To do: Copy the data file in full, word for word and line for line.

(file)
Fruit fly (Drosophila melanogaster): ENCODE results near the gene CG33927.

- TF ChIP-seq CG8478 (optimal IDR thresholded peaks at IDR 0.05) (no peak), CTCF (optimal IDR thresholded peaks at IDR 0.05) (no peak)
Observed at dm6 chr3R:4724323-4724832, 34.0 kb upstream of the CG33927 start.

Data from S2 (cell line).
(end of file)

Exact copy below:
Fruit fly (Drosophila melanogaster): ENCODE results near the gene CG33927.

- TF ChIP-seq CG8478 (optimal IDR thresholded peaks at IDR 0.05) (no peak), CTCF (optimal IDR thresholded peaks at IDR 0.05) (no peak)
Observed at dm6 chr3R:4724323-4724832, 34.0 kb upstream of the CG33927 start.

Data from S2 (cell line).